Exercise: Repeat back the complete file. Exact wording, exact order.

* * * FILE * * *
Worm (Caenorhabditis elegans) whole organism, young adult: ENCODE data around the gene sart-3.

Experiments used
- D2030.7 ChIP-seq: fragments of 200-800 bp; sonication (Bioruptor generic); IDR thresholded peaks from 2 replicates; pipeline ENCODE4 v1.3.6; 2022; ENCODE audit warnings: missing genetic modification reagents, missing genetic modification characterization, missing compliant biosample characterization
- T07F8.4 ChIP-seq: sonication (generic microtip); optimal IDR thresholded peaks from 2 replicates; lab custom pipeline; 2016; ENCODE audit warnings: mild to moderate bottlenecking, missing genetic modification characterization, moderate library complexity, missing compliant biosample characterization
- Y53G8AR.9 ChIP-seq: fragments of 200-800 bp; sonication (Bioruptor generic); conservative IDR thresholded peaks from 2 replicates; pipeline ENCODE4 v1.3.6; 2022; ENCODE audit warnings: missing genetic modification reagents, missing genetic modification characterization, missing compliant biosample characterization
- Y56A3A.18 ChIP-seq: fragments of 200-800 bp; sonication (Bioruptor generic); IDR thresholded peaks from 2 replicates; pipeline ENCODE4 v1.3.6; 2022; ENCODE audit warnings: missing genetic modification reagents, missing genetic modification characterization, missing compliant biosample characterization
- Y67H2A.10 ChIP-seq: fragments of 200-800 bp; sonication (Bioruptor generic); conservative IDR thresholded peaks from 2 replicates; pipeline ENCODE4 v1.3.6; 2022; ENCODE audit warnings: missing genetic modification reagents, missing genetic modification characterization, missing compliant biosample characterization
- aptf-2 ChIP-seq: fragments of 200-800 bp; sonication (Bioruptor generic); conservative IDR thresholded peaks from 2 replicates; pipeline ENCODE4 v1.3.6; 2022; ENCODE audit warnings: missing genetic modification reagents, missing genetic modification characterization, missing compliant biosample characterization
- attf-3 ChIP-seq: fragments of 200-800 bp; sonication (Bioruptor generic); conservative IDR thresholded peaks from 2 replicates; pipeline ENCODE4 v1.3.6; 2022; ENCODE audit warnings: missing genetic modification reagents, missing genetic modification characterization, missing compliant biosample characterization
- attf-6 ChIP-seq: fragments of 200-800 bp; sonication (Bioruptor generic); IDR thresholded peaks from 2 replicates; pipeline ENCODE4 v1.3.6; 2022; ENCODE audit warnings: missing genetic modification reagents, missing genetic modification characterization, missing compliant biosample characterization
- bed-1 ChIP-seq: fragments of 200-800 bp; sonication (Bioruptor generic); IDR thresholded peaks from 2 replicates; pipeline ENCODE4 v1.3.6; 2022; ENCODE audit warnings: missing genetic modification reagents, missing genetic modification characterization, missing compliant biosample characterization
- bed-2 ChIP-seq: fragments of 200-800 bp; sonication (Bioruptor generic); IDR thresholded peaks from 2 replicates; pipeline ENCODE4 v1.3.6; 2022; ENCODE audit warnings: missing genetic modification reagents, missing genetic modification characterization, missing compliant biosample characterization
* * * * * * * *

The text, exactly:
Worm (Caenorhabditis elegans) whole organism, young adult: ENCODE data around the gene sart-3.

Experiments used
- D2030.7 ChIP-seq: fragments of 200-800 bp; sonication (Bioruptor generic); IDR thresholded peaks from 2 replicates; pipeline ENCODE4 v1.3.6; 2022; ENCODE audit warnings: missing genetic modification reagents, missing genetic modification characterization, missing compliant biosample characterization
- T07F8.4 ChIP-seq: sonication (generic microtip); optimal IDR thresholded peaks from 2 replicates; lab custom pipeline; 2016; ENCODE audit warnings: mild to moderate bottlenecking, missing genetic modification characterization, moderate library complexity, missing compliant biosample characterization
- Y53G8AR.9 ChIP-seq: fragments of 200-800 bp; sonication (Bioruptor generic); conservative IDR thresholded peaks from 2 replicates; pipeline ENCODE4 v1.3.6; 2022; ENCODE audit warnings: missing genetic modification reagents, missing genetic modification characterization, missing compliant biosample characterization
- Y56A3A.18 ChIP-seq: fragments of 200-800 bp; sonication (Bioruptor generic); IDR thresholded peaks from 2 replicates; pipeline ENCODE4 v1.3.6; 2022; ENCODE audit warnings: missing genetic modification reagents, missing genetic modification characterization, missing compliant biosample characterization
- Y67H2A.10 ChIP-seq: fragments of 200-800 bp; sonication (Bioruptor generic); conservative IDR thresholded peaks from 2 replicates; pipeline ENCODE4 v1.3.6; 2022; ENCODE audit warnings: missing genetic modification reagents, missing genetic modification characterization, missing compliant biosample characterization
- aptf-2 ChIP-seq: fragments of 200-800 bp; sonication (Bioruptor generic); conservative IDR thresholded peaks from 2 replicates; pipeline ENCODE4 v1.3.6; 2022; ENCODE audit warnings: missing genetic modification reagents, missing genetic modification characterization, missing compliant biosample characterization
- attf-3 ChIP-seq: fragments of 200-800 bp; sonication (Bioruptor generic); conservative IDR thresholded peaks from 2 replicates; pipeline ENCODE4 v1.3.6; 2022; ENCODE audit warnings: missing genetic modification reagents, missing genetic modification characterization, missing compliant biosample characterization
- attf-6 ChIP-seq: fragments of 200-800 bp; sonication (Bioruptor generic); IDR thresholded peaks from 2 replicates; pipeline ENCODE4 v1.3.6; 2022; ENCODE audit warnings: missing genetic modification reagents, missing genetic modification characterization, missing compliant biosample characterization
- bed-1 ChIP-seq: fragments of 200-800 bp; sonication (Bioruptor generic); IDR thresholded peaks from 2 replicates; pipeline ENCODE4 v1.3.6; 2022; ENCODE audit warnings: missing genetic modification reagents, missing genetic modification characterization, missing compliant biosample characterization
- bed-2 ChIP-seq: fragments of 200-800 bp; sonication (Bioruptor generic); IDR thresholded peaks from 2 replicates; pipeline ENCODE4 v1.3.6; 2022; ENCODE audit warnings: missing genetic modification reagents, missing genetic modification characterization, missing compliant biosample characterization